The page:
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With the first ‘Covid-19’ Universal Credit claimants expected to receive their first payments this week, Save the Children is urging the Government to increase social security entitlements to protect families who could be swept into poverty by the crisis.

The crisis has resulted in more than 1.4 million new applications for Universal Credit in the past five weeks, as those who have lost their jobs or seen their earnings reduced have had to turn to welfare. People applying for Universal Credit have had to wait five weeks for their first payment.

Depending on their circumstances, a typical couple with one child, both out of work, could receive around £1,530 per month in Universal Credit, or £1,760 if they have two children, according to estimates by Save the Children. A single parent with one child who is not working could get around £1,340, or £1,580 with two children.

Families interviewed by Save the Children were worried that they would be left with almost nothing to live on after paying for rent and other essentials. Having already struggled to cover costs during their five-week wait, some parents say they will have to go into debt to pay for food and other bills, or even resort to food banks to feed their children.

Save the Children is calling for an increase in the child element of Universal Credit and Child Tax Credit to prevent children going without food, heating or other essentials, and to ensure they can get online to learn at home. It is also urging the government to address the five-week wait for the first payment, where you can get an advance but it has to be paid back, by pausing repayments on advances for at least six months.

Emma, a single mum of one from London, was due to start a new job at a school when the pandemic hit but was unable to start work when schools closed. Emma has been told that she is not eligible for the furlough scheme, and is now reliant on Universal Credit to stay afloat. Emma said: 

“I don’t know exactly how much I’m going to get next month, which already makes it difficult to budget. But I’ve calculated what I should get and I know I won’t have enough to cover bills and essentials. Once I’ve paid the rent, I’m only going to be left with about £100. I’m going to have to use my overdraft to cover the shortfall, which will make things even more difficult.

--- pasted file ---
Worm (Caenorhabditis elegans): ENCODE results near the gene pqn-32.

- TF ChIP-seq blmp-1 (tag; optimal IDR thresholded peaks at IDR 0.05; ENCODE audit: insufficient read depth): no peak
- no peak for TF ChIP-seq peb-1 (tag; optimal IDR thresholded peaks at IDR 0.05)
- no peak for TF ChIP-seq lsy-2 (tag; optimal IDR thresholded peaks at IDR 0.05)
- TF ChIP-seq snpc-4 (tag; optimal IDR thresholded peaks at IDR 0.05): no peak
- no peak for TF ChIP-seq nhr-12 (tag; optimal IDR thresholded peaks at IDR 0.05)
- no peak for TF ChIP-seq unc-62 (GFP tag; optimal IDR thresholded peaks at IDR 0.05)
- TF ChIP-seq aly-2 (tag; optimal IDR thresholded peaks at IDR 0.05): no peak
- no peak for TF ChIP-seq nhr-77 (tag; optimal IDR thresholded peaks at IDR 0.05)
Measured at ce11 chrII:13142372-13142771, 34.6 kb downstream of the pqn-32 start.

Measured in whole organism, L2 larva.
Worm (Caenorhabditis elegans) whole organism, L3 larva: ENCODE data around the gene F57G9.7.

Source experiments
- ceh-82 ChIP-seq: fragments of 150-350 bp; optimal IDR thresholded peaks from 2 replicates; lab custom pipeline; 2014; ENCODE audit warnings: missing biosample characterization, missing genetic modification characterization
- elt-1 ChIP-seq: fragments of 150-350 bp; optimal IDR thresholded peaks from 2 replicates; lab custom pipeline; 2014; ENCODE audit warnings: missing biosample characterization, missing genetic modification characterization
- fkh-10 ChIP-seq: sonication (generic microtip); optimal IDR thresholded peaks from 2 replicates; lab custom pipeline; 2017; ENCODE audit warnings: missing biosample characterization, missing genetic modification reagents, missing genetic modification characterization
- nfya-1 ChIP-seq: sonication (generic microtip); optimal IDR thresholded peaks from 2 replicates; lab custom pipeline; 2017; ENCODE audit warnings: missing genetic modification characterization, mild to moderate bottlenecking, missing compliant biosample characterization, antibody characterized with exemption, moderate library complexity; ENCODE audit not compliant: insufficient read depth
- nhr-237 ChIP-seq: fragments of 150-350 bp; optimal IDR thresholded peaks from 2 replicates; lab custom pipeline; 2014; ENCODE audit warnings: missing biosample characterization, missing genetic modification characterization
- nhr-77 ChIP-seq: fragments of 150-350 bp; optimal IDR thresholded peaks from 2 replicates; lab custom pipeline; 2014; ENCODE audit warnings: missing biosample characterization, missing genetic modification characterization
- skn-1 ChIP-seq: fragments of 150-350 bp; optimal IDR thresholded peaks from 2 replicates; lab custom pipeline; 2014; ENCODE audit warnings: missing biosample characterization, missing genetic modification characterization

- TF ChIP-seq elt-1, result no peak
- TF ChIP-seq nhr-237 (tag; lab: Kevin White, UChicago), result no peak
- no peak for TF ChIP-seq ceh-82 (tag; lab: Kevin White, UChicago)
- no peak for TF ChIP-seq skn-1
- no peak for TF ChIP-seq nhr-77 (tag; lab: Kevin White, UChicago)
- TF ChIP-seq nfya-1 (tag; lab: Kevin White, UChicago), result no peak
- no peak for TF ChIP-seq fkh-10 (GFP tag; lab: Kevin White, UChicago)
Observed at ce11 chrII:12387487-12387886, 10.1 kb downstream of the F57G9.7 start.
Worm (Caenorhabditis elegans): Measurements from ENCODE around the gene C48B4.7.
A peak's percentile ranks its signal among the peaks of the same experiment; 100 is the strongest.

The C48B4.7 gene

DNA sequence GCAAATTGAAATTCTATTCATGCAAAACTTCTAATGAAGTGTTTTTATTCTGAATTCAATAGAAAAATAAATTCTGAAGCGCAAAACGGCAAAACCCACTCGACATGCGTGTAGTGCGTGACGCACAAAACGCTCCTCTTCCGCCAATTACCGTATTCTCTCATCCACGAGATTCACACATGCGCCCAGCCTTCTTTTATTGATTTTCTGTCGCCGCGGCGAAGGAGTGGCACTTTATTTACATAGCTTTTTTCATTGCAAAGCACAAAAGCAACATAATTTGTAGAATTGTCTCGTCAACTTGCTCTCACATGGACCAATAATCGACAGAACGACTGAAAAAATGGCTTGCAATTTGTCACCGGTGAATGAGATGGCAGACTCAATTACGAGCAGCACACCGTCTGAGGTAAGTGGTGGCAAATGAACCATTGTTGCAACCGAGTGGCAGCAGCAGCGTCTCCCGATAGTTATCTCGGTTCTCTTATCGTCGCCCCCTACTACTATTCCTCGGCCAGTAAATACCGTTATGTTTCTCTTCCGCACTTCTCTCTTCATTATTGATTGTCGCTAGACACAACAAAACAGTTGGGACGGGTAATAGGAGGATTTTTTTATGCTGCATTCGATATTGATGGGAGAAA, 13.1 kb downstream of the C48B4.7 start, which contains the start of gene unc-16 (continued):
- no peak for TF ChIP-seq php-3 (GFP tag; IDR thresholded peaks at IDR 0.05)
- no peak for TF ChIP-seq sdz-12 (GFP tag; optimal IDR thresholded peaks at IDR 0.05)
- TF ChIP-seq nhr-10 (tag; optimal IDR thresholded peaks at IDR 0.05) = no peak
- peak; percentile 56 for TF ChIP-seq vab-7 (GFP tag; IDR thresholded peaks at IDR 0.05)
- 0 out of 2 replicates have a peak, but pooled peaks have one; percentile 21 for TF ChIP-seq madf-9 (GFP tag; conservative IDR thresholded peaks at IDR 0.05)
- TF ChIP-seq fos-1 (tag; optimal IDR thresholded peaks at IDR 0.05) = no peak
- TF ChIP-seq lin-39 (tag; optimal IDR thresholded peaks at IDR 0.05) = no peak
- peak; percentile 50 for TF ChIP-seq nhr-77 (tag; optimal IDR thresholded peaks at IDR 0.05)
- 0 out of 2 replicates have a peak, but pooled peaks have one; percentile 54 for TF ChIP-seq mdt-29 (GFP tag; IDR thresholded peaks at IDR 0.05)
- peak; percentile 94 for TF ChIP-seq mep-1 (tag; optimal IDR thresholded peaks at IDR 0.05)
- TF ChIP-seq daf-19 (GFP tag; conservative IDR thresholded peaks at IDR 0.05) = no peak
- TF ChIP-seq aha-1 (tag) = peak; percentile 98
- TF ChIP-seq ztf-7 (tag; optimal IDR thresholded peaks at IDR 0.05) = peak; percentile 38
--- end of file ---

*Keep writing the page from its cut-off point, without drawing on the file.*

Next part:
“My daughter is at home all day so our costs are even higher. Electricity, internet – it all adds up. I’m supposed to get vouchers for free school meals but I’ve only received one in four weeks, so I’m spending more on food.

“I’m looking for another job but who knows how long this will go on for? Even when I do go back to work, I’ll be paying huge costs for childcare and what I get from Universal Credit just won’t be enough.”

Becca Lyon, Head of UK Poverty Campaigns at Save the Children, said:

“The government has already done a great deal to help businesses and families affected by the crisis, but lots of parents will still struggle to make ends meet – not good for them, and not good for their children either. 

“Parents tell us they are facing extra costs for food, energy and other bills and essentials due to the crisis, and many will find that they are left with very little to live on after paying their rent and other bills.

“The social security system is here to protect all of us when we need it the most, but at its current levels, it's failing to provide the support families need to weather the crisis. We all want to support each other through this difficult time, and the government can offer a lifeline to those who need it by increasing the child element of Universal Credit, lifting the benefit cap and pausing repayments on advances so that families are able to make ends meet.”

Save the Children is launching an emergency response for parents and children next week, which will provide families living in poverty with essential items such as highchairs, beds and books, minimise further financial pressure on families who are already vulnerable and ensure continuity to children’s early learning.



Universal Credit estimates are based on people renting privately and are based on the average local housing allowance for a two bedroom home in England. These estimates will vary greatly according to the amount of rent families pay, and will be different for social renters and homeowners. The estimates assume that families do not pay childcare costs and that nobody in the household has a disability.

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